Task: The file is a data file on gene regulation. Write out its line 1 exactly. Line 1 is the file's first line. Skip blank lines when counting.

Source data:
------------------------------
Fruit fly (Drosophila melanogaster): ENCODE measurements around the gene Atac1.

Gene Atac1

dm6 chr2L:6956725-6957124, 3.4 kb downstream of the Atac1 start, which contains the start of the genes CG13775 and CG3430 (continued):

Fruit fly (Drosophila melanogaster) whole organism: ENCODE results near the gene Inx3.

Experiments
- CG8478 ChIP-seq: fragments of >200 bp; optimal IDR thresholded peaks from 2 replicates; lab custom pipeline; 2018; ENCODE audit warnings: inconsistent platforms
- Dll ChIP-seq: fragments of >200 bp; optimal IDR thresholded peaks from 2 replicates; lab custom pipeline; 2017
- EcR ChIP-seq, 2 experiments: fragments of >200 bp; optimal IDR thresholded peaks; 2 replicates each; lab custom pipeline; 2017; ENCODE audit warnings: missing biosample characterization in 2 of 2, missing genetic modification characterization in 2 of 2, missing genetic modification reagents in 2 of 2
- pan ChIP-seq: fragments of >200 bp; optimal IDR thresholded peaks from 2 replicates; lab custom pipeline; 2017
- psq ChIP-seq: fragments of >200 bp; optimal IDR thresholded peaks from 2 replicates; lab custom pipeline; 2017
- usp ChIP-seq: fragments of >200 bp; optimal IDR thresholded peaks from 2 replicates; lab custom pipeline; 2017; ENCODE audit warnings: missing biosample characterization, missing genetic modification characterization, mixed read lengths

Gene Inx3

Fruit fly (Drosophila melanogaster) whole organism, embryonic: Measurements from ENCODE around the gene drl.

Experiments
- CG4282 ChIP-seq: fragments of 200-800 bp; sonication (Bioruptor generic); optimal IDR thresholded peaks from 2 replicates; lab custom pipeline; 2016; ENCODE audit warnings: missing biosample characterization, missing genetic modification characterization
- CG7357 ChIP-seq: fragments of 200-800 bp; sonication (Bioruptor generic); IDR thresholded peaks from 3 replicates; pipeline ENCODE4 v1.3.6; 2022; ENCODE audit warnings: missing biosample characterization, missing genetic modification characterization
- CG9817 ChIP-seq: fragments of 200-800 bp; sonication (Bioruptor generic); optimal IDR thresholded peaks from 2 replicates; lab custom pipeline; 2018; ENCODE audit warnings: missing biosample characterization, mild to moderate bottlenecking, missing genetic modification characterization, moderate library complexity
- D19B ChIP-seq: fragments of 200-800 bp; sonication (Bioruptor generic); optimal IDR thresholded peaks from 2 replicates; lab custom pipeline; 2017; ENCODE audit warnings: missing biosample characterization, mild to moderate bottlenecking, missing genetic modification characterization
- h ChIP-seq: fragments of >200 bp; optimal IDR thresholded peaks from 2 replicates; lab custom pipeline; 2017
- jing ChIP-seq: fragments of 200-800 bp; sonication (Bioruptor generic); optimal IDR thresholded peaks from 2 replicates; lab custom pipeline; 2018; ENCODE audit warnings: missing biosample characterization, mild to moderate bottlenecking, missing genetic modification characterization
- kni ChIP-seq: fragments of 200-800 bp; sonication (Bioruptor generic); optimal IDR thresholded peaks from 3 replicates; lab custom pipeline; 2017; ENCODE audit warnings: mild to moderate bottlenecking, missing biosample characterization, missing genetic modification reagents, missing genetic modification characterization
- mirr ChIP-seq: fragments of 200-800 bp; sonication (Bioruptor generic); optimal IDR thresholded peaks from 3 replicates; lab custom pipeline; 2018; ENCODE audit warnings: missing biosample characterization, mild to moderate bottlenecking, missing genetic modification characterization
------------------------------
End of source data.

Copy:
Fruit fly (Drosophila melanogaster): ENCODE measurements around the gene Atac1.